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Affordability of balanced diet

  • Category
    Health Issues
  • Published
    5th Aug, 2020

New analysis from the Food and Agriculture Organization (FAO) shows that hundreds of millions of people in India above the international poverty line of $1.90 purchasing power parity (PPP) per person per day cannot afford a ‘healthy or nutritious diet’.

Context

New analysis from the Food and Agriculture Organization (FAO) shows that hundreds of millions of people in India above the international poverty line of $1.90 purchasing power parity (PPP) per person per day cannot afford a ‘healthy or nutritious diet’.

About

  • Every year, the FAO, in partnership with other United Nations organisations, publishes a report on food security across the world.
  • This year, the State of Food Security and Nutrition in the World 2020 (SOFI 2020) had a new feature of detailed analysis of the “cost and affordability of healthy diets around the world”.
  • The State of Food Security and Nutrition in the World is an annual flagship report jointly prepared by:
    • Food and Agriculture Organization (FAO)
    • International Fund for Agricultural Development
    • United Nations Children’s Fund
    • World Food Programme
    • World Health Organization (WHO)

Insights of the Analysis

  • Unaffordability of good diets: The analysis confirms the fact that the problem of poor nutrition in India is largely on account of the unaffordability of good diets, and not on account of lack of information on nutrition or tastes or cultural preferences.
  • The SOFI Report estimates that 18% of South Asians (numbering 586 million people) cannot afford the nutrient adequate diet and 58% of South Asians (1,337 million people) cannot afford the healthy diet.
  • The study defined three types of diets:
  • Basic energy sufficient diet: This takes into consideration only the basic calorie requirements of a person and the required calorie intake is met by consuming only the cheapest starchy cereal available. 2,329 Kcal for a healthy young woman of 30 years is taken as the standard reference.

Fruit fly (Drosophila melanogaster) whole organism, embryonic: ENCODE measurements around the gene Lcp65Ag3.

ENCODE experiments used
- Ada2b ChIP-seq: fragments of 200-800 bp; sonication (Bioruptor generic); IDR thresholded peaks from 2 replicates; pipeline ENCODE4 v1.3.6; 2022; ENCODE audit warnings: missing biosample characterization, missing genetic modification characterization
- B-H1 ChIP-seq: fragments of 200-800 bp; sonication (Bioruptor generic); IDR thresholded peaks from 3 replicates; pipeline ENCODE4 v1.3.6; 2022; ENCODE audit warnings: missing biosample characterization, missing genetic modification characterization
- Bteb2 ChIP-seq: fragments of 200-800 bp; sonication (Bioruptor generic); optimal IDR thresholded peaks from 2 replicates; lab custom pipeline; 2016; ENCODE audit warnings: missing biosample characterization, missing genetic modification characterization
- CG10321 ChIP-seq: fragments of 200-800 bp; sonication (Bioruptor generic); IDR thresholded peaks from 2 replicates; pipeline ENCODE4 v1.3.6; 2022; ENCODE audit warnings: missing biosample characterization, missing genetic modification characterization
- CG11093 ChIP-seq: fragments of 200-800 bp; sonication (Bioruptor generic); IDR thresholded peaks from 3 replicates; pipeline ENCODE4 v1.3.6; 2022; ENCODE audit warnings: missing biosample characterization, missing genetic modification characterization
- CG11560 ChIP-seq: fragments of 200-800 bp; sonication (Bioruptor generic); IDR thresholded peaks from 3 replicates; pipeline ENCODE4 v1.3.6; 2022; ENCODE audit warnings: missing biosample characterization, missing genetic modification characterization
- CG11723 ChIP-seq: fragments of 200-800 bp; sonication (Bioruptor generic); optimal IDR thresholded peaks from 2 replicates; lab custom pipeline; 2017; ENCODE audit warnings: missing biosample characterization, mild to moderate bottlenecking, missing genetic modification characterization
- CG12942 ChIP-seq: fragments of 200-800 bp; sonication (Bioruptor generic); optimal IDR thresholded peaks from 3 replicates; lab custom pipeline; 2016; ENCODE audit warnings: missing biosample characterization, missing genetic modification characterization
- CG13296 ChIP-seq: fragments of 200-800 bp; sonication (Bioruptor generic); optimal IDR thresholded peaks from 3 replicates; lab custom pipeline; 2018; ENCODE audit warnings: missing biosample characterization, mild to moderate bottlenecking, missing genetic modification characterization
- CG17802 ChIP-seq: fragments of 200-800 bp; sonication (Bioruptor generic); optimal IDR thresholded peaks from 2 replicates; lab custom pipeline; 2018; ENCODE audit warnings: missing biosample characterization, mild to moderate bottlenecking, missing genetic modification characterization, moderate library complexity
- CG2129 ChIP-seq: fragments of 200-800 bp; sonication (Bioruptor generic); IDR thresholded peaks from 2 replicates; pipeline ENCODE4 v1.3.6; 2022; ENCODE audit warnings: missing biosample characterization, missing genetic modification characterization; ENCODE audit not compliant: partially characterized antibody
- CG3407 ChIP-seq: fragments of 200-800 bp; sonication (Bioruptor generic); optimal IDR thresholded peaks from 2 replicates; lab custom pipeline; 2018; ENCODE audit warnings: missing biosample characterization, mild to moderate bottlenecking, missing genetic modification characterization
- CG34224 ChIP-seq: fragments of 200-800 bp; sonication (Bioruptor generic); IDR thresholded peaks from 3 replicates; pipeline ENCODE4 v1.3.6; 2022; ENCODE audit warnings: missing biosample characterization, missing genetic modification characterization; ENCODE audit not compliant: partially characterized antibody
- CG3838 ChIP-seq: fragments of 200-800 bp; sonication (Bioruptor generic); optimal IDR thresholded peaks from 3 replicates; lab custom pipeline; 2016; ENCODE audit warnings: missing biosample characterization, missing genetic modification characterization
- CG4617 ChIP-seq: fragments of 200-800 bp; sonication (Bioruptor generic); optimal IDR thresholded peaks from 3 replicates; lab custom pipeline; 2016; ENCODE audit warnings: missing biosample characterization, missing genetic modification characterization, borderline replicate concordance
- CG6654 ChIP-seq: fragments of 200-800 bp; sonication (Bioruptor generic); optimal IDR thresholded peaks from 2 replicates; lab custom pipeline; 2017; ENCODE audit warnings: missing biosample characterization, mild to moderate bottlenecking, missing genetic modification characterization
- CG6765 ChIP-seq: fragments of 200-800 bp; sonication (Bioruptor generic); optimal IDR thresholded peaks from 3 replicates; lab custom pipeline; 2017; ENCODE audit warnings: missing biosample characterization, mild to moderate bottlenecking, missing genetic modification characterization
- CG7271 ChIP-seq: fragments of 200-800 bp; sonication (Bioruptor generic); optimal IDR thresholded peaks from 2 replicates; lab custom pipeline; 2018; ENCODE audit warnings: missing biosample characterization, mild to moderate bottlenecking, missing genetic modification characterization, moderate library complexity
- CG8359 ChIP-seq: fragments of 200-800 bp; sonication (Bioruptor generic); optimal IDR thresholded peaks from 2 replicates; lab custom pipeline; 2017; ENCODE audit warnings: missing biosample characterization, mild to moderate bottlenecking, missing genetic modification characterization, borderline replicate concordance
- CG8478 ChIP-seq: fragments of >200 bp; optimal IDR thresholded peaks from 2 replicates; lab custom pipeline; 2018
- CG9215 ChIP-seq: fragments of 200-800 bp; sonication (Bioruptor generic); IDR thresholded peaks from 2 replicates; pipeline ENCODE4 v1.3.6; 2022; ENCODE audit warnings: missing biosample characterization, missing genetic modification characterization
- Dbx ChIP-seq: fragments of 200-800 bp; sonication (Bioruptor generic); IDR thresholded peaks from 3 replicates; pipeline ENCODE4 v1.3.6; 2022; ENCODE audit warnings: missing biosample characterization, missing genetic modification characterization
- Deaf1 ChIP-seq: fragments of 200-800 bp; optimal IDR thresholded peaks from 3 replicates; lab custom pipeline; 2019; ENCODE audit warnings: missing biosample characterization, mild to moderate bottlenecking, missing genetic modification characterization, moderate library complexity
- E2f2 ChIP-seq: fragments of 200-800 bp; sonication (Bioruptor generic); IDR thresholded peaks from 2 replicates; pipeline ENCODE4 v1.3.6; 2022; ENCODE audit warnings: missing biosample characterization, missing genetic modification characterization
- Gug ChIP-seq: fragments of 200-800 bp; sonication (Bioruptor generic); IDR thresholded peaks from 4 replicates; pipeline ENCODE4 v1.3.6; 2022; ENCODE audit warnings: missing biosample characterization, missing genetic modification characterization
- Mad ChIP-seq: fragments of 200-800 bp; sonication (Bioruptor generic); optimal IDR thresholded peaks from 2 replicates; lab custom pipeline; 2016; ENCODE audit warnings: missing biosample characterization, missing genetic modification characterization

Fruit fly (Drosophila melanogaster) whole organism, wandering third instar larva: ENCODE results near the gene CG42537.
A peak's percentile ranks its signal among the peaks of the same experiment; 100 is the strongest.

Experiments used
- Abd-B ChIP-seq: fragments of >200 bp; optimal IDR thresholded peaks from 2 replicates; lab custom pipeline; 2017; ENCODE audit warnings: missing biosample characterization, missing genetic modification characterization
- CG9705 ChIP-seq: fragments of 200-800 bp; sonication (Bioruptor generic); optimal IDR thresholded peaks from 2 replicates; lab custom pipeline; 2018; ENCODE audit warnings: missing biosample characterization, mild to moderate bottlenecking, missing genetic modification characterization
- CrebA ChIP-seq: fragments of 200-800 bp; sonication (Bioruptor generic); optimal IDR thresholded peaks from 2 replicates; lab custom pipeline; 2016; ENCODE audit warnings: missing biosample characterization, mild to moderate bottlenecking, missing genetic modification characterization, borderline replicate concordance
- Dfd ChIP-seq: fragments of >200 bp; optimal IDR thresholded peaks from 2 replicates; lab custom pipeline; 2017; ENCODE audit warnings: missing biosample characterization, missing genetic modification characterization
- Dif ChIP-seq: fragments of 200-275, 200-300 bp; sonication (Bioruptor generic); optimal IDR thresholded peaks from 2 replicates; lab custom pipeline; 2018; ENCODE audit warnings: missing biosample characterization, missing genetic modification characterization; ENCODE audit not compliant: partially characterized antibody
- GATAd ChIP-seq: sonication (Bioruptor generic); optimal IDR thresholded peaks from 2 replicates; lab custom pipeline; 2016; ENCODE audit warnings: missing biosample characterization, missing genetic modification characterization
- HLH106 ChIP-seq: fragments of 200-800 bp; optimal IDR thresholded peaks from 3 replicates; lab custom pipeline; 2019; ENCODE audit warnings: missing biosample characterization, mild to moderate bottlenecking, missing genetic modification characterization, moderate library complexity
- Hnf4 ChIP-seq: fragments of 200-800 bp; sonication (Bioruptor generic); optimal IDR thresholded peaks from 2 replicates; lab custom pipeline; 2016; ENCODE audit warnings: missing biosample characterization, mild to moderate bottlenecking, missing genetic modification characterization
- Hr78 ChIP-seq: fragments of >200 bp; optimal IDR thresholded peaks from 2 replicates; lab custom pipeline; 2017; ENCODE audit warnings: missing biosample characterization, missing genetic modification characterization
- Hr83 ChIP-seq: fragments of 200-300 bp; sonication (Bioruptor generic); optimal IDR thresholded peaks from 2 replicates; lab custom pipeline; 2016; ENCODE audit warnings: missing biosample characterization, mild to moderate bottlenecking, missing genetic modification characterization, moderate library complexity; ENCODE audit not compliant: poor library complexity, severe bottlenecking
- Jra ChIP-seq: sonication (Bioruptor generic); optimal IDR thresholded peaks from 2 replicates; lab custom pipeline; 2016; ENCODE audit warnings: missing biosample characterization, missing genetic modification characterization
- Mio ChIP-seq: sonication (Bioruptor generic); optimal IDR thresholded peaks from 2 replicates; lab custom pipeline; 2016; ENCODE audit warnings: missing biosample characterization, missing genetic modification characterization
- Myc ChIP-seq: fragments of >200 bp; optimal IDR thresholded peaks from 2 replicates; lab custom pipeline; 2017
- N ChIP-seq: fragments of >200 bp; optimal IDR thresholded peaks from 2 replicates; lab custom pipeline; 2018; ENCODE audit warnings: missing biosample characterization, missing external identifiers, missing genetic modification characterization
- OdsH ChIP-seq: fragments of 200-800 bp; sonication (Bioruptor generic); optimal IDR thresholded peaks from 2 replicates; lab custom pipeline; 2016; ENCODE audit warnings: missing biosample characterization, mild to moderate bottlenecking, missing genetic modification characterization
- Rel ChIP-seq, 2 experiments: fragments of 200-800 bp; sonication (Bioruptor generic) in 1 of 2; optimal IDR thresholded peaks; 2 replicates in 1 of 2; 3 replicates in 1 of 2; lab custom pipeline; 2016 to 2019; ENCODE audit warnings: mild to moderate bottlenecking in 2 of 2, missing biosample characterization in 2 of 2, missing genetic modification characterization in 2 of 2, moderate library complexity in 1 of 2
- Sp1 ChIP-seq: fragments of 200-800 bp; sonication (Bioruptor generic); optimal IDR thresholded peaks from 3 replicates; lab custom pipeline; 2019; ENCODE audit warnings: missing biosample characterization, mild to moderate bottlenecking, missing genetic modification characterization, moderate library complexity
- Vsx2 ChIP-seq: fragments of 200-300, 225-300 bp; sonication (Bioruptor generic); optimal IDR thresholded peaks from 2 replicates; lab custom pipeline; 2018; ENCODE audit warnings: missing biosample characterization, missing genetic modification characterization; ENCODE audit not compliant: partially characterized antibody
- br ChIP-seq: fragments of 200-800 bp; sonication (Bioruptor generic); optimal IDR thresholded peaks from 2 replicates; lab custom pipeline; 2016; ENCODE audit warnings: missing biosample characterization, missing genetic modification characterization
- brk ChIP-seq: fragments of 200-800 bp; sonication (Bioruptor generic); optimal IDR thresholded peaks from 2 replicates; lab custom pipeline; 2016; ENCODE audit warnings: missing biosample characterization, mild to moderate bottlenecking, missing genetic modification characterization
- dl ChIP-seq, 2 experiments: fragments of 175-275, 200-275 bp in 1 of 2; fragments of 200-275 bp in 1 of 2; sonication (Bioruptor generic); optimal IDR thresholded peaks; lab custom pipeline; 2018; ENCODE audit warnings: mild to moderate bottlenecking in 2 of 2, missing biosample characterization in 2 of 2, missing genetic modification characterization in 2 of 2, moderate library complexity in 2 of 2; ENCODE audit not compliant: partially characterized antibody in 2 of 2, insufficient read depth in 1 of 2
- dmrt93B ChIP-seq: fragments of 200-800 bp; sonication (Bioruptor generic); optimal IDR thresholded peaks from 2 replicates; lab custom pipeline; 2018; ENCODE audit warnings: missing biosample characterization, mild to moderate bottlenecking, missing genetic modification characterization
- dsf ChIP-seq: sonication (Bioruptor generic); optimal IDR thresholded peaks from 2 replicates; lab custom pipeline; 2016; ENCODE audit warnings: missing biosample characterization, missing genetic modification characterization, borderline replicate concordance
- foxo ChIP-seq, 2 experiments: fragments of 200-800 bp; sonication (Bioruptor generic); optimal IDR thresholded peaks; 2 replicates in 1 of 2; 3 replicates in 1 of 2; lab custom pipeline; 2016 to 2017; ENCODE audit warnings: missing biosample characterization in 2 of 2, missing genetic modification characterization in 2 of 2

• Nutrient adequate diet: This involves meeting the required calorie norms and also the stipulated requirement of 23 macro- and micro-nutrients. This diet includes the least-cost items from different food groups.
  • Healthy diet: This type of diet, apart from meeting the calorie norm and the macro- and micro-nutrient norm, also allows for the consumption of a diverse diet, from several food groups.
  • The Indian recommendation for a healthy diet includes consumption of items from six groups: starchy staples, protein-rich food (legumes, meat and eggs), dairy, vegetables, fruits, and fats.

Indian Scenario

  • The Indian poverty line of 2011­12, as defined by the Tendulkar Committee, amounted to ?33 per day in urban areas and ?27 per day in rural areas, and corresponded roughly to $1 a day at international PPP prices. The Indian poverty line is thus lower than the international poverty line used in the SOFI Report.
  • As per the SOFI report:
  • Firstly, those people who are officially counted as poor in India – with a cut­off that is lower than the international norm of $1.9 a day – cannot afford a nutrient­adequate diet let alone a healthy diet. This result is completely contrary to the view of scholars such as ArvindPanagariya that the poverty line in India.
  • Second, even those with incomes of twice the international poverty line cannot afford a healthy diet.

Way Forward

The government has to address the problem of affordability of healthy diets in order to reduce malnutrition and food insecurity. The Pradhan Mantri Garib Kalyan Anna Yojana is a welcome step in this direction but inadequate to address the massive and growing problem of malnutrition. Hence the government has to take more initiatives to overcome the problem.

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